AMARILLO, TX (KFDA) - Phone apps are a popular trend for people wanting to track their health, fitness, and medical conditions, but new research shows they may not be keeping your medical information private.
A study published by the Journal of the American Medical Association found that many health apps share medical information to third parties, including aggregators and advertising networks.
Further research showed over 80% of the apps placed tracking cookies on devices to share information.
"Whenever you give your information to one of these third party applications, a lot of people skim over the terms of service," said Andrew Brandt, owner of All Star Computer Service. "Really look at that terms of service because it tells you in there, they have to explain to you that your information may be sold to a third party for advertising purposes. (Apple's) App Store is not a free for all, you have a choice of what you install and what you don't install. You also have a choice of what information you give and what you choose not to give."
Most of the time when you agree to those terms you are agreeing to share your information.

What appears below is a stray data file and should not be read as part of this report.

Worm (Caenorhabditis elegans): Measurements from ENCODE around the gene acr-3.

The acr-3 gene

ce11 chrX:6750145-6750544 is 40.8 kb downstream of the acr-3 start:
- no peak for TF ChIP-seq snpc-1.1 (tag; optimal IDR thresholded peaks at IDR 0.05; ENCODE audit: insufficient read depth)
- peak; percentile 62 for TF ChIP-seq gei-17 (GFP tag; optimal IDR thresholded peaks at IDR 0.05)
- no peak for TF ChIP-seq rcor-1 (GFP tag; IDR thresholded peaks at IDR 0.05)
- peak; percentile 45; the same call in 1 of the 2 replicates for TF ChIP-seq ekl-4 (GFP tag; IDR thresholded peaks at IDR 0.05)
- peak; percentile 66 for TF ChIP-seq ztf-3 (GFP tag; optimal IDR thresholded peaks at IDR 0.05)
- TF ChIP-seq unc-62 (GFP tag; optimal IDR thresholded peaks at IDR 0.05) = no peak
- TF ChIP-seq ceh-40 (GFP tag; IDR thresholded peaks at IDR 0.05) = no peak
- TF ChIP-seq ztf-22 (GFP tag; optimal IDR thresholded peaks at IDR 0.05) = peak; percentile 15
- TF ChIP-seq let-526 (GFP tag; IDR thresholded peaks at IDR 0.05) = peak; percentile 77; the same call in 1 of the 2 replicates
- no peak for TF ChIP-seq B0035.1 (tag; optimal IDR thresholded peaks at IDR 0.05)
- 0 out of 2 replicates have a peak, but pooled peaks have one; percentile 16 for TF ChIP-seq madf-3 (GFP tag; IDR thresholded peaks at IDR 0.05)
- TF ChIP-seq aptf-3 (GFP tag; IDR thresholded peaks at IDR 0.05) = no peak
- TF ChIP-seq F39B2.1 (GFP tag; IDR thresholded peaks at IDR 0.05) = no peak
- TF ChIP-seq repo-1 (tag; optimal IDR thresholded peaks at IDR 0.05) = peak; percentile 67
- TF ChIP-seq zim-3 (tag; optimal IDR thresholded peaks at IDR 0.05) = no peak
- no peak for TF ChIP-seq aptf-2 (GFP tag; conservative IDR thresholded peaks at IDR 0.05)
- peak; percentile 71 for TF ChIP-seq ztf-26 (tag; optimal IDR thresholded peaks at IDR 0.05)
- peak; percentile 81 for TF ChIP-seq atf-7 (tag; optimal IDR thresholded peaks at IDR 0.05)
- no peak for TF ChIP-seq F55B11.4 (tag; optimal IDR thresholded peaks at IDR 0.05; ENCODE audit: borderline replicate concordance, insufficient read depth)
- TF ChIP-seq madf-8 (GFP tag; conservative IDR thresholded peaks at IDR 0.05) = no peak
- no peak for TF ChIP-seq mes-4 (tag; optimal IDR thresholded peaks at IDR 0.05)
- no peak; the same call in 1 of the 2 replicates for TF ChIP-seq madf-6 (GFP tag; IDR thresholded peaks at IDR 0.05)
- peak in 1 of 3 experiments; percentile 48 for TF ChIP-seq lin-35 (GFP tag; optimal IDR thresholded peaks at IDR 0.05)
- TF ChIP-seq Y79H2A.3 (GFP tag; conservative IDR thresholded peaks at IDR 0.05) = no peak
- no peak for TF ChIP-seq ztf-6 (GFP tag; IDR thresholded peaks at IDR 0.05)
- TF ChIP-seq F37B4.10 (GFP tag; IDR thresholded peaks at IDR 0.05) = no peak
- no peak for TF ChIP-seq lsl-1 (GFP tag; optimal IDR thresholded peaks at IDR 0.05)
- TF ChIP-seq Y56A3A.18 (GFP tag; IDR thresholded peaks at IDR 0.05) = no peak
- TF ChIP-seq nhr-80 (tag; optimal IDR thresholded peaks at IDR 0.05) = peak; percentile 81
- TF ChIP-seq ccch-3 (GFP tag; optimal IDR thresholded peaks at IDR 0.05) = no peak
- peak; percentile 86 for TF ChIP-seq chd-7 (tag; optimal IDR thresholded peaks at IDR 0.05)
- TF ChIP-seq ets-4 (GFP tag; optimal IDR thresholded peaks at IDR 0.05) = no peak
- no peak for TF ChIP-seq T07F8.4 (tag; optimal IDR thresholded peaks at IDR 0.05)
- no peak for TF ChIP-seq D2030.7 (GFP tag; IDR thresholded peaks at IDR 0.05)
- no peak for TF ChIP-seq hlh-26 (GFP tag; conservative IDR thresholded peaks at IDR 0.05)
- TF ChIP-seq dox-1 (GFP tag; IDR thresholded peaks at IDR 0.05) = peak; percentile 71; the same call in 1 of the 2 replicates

Typically medical information is protected under Health Insurance Portability and Accountability Act (HIPPA); however. HIPPA laws do not apply to apps.
"HIPPA generally applies when it's a doctor that is collecting your medical information and so the difference is HIPPA only regulates health cares entities and vendors that work with them, so HIPPA does not protect and individual who is using one of these health apps," Wilmarth said.
The Texas Medical Privacy Act requires the people that are holding onto medical information to protect the information they acquire, but the act fails to mention protecting medical information received through applications or any online context.
"The Texas law would apply to medical information that resides in Texas," Wilmarth said. "It applies to businesses that work in Texas, and it should apply to individuals whose information is uploaded in Texas. But we're just not that far in the law, the law kind of always lags behind all this new technology and that's the problem we have right now.
The information collected is sold to advertisers who use them as research to create ads on websites and search engines as well as emails people receive as spam.
"It's used for advertisement mostly," Brandt said. "If you're someone who has diabetes, all of a sudden you're going to start seeing advertisements about the disease or things to sell you to take care of yourself."
Most of the medical information that's shared is 'de-identified,' meaning it is not identifying a specific person. However, if people are still weary about their information being shared, the best way to protect yourself is not to use these apps.
"If you have any qualms about people being up in your business then quit using these things," Wilmarth said. "You know the smartest way to protect your own privacy is to not take advantage of all this technology that's going to invade your privacy."